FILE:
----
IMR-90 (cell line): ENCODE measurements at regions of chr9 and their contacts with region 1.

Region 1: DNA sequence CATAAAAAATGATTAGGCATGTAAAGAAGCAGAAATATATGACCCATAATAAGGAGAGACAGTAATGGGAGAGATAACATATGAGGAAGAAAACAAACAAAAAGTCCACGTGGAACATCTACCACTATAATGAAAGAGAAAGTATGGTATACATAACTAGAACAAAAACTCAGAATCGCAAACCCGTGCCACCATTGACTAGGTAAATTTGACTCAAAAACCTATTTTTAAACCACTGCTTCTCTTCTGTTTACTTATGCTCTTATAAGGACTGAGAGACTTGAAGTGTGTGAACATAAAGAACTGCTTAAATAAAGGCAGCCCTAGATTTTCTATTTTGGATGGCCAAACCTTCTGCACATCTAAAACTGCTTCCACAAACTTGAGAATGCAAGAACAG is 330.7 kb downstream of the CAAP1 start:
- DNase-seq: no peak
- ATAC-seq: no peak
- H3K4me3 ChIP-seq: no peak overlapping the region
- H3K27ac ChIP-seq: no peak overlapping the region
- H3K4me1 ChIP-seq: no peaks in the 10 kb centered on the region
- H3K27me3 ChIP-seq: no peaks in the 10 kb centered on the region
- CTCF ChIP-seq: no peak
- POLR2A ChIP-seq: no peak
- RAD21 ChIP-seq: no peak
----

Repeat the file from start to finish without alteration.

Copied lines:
IMR-90 (cell line): ENCODE measurements at regions of chr9 and their contacts with region 1.

Region 1: DNA sequence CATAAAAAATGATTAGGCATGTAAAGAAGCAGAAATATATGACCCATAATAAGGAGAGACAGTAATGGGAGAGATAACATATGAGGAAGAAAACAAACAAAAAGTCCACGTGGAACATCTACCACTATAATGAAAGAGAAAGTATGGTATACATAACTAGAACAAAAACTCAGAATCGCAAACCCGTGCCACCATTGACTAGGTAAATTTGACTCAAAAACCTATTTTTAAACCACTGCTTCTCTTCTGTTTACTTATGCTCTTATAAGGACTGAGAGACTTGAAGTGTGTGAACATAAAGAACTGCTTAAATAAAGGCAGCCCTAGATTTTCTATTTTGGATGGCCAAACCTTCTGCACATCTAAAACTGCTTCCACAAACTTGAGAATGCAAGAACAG is 330.7 kb downstream of the CAAP1 start:
- DNase-seq: no peak
- ATAC-seq: no peak
- H3K4me3 ChIP-seq: no peak overlapping the region
- H3K27ac ChIP-seq: no peak overlapping the region
- H3K4me1 ChIP-seq: no peaks in the 10 kb centered on the region
- H3K27me3 ChIP-seq: no peaks in the 10 kb centered on the region
- CTCF ChIP-seq: no peak
- POLR2A ChIP-seq: no peak
- RAD21 ChIP-seq: no peak